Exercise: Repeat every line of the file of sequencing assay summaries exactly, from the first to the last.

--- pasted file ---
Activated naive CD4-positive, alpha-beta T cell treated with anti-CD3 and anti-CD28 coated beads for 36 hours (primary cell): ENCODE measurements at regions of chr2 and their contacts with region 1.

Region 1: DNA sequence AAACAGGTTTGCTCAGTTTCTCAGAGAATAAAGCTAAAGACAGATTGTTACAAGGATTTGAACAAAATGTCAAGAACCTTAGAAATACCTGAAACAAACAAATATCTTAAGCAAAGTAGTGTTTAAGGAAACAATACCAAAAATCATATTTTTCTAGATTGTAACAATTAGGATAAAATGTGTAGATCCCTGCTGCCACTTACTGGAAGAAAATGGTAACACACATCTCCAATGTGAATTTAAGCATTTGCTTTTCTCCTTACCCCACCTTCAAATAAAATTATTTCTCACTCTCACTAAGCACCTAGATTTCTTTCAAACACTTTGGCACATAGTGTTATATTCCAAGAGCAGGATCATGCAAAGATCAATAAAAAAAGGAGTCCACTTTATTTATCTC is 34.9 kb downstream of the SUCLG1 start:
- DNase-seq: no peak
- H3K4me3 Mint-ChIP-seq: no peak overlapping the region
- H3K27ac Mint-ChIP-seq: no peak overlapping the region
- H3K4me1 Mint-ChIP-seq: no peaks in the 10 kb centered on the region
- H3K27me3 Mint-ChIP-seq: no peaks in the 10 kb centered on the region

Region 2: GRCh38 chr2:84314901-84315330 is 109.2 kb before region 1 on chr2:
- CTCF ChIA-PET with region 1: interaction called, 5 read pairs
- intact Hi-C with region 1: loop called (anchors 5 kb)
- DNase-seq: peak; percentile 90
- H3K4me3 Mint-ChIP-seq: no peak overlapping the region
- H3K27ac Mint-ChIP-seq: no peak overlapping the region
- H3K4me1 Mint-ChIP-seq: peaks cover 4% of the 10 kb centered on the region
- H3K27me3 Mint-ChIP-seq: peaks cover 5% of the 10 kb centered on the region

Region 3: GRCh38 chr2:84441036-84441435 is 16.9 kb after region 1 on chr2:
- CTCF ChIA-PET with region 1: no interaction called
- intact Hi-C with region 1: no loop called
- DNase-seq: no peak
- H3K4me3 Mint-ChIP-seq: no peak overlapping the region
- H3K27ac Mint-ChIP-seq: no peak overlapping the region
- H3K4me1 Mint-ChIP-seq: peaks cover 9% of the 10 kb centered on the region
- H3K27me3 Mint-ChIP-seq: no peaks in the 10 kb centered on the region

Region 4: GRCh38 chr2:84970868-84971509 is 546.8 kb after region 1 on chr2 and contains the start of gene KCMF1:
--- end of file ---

Activated naive CD4-positive, alpha-beta T cell treated with anti-CD3 and anti-CD28 coated beads for 36 hours (primary cell): ENCODE measurements at regions of chr2 and their contacts with region 1.

Region 1: DNA sequence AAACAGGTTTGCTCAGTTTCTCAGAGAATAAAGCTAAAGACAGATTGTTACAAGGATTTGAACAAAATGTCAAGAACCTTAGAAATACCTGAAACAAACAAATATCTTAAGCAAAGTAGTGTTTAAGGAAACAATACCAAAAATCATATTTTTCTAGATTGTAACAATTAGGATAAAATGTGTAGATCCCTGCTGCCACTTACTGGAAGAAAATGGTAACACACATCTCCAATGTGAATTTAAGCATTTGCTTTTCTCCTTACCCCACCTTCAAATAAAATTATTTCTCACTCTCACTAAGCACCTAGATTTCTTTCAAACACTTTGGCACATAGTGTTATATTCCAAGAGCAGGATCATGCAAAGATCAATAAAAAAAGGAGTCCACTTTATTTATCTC is 34.9 kb downstream of the SUCLG1 start:
- DNase-seq: no peak
- H3K4me3 Mint-ChIP-seq: no peak overlapping the region
- H3K27ac Mint-ChIP-seq: no peak overlapping the region
- H3K4me1 Mint-ChIP-seq: no peaks in the 10 kb centered on the region
- H3K27me3 Mint-ChIP-seq: no peaks in the 10 kb centered on the region

Region 2: GRCh38 chr2:84314901-84315330 is 109.2 kb before region 1 on chr2:
- CTCF ChIA-PET with region 1: interaction called, 5 read pairs
- intact Hi-C with region 1: loop called (anchors 5 kb)
- DNase-seq: peak; percentile 90
- H3K4me3 Mint-ChIP-seq: no peak overlapping the region
- H3K27ac Mint-ChIP-seq: no peak overlapping the region
- H3K4me1 Mint-ChIP-seq: peaks cover 4% of the 10 kb centered on the region
- H3K27me3 Mint-ChIP-seq: peaks cover 5% of the 10 kb centered on the region

Region 3: GRCh38 chr2:84441036-84441435 is 16.9 kb after region 1 on chr2:
- CTCF ChIA-PET with region 1: no interaction called
- intact Hi-C with region 1: no loop called
- DNase-seq: no peak
- H3K4me3 Mint-ChIP-seq: no peak overlapping the region
- H3K27ac Mint-ChIP-seq: no peak overlapping the region
- H3K4me1 Mint-ChIP-seq: peaks cover 9% of the 10 kb centered on the region
- H3K27me3 Mint-ChIP-seq: no peaks in the 10 kb centered on the region

Region 4: GRCh38 chr2:84970868-84971509 is 546.8 kb after region 1 on chr2 and contains the start of gene KCMF1: